The Government is considering capping pay for public sector bosses to curb "rampant growth", in light of three instances where pay rises were approved against the advice of the State Services Commissioner.

"The growth of chief executive pay across the whole of the state sector has gotten out of hand," State Services Minister Chris Hipkins said.

"It's time to put a lid on it, whether that is a cap or some other mechanism - but it's certainly time to stop the rampant growth at the senior chief executive level."

The Senior Pay Report, released today by State Services Commissioner Peter Hughes, covers state sector bosses' pay in the year to June 2017. It identified the three Crown entities - the Guardians of NZ Superannuation, ACC and Telarc - where the boards approved pay increases against Hughes' advice.

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The head of the Super Fund, Adrian Orr, who was this week announced as the next Reserve Bank Governor, was given a pay rise from between $950,000 and $959,999 to a reported $1.03 million.

ACC boss Scott Pickering had a pay rise from between $810,000 and $819,999 to between $830,000 and $839,999.

Telarc boss Philip Cryer had a rise from between $210,000 and $219,999 to between $250,000 and $259,999 - potentially a 24 per cent pay increase.

Hughes effectively warned the board members of the three entities that the Government could end their tenure, based on the report's information.

​"While the board has the right to make these decisions, I do not believe increases of the magnitude given are warranted or justifiable in a public agency, especially where the increase follows previous increases over and above my advice," Hughes said.

"This information [in the report] can inform ministers' decisions about the tenure of board members."

Hipkins has asked the commission for advice on legal and regulatory changes - including possible changes to the Crown Entities Act - to contain growth in chief executives' pay, which he said had "gotten out of hand".

"We want to see a closing of the gap between high and low income earners and the public sector should be leading by example."

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Prime Minister Jacinda Ardern said the Crown entities that did not have to follow Hughes' advice were effectively not "answerable to anyone".

"We're actively seeking what we can do to make sure they are answerable to at least, for instance, the State Services Commissioner. Something has to change."

Opposition leader Bill English also criticised the three entities' boards for acting against the wishes of the Government, but he questioned whether law changes were needed.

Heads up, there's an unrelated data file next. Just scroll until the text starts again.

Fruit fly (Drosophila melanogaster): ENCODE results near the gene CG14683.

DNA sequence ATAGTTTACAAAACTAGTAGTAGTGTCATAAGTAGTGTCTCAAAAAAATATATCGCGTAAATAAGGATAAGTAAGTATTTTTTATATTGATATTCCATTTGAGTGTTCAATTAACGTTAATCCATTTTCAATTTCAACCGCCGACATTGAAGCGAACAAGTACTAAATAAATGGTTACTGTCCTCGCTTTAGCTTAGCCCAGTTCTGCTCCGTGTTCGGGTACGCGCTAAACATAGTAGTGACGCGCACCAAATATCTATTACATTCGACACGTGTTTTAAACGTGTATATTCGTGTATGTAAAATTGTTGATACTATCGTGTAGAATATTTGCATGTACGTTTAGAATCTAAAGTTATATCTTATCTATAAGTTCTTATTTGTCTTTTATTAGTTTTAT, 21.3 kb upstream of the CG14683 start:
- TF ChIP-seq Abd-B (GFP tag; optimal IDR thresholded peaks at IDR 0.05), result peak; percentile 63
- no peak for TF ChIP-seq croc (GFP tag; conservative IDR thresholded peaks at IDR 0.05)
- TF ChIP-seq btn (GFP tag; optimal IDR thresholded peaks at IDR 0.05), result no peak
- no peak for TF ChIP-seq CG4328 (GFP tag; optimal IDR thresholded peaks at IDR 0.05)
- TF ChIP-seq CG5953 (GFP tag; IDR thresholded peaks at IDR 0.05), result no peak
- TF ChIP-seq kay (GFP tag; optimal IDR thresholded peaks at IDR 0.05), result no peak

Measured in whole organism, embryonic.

"The Government has power of appointment of the boards. If the Government is highly motivated, it will use that capacity to make sure pay rises aren't excessive."

The report showed that the average remuneration increase for public service bosses for the year to June 2017 was 2 per cent - up from 1.3 per cent the previous year

It was 2.7 per cent for Tertiary Education Institution and DHB chief executives, and 4.1 per cent for Crown entity chief executives, which were 2.8 per cent and 3.8 per cent the previous year respectively.

Over the same period, the average pay increase across the public sector was 2.2 per cent.

Hughes said the commission was developing a new remuneration policy to reflect a public service "underpinned by integrity, transparency, fairness, affordability and consistency".

"The new policy will recognise and reward motivations other than remuneration and will be more closely aligned to the delivery of high-quality services for New Zealanders."

It would take two to three years before the policy would impact pay packets, he said.

"There has always been, and should be, a differential between the pay of senior executives in the public and private sector."

Remuneration had to be fair to the taxpayers who pay the bill, he said.

"The aim is a remuneration policy that strikes the right balance between fairness to chief executives and the taxpayer and the need to attract and retain talent. And it must uphold public services principles."

Snapshot of chief executive remuneration for the year to June 2017:

• MBIE - Between $800,000 and $809,999
• University of Auckland - Between $710,000 and $719,999
• Police Commissioner - Between $690,000 and $699,999
• Treasury - Between $660,000 and $669,999
• Chief of Defence Force - Between $660,000 and $669,999
• Waitemata DHB - Between $620,000 and $629,999

The Senior Pay Report is based on total remuneration including base salary, performance-related payments, superannuation contributions and any other benefits received, such as additional leave.

Remuneration for government departments and ministry bosses is set by the State Services Commissioner, except for those set by the Remuneration Authority (SSC, Crown Law and GCSB).

Remuneration for Crown entity chief executives is set by their boards.

The Remuneration Authority sets remuneration for Officers of Parliament and chief executives of non-Public Service Departments (Police, NZDF) chief executives.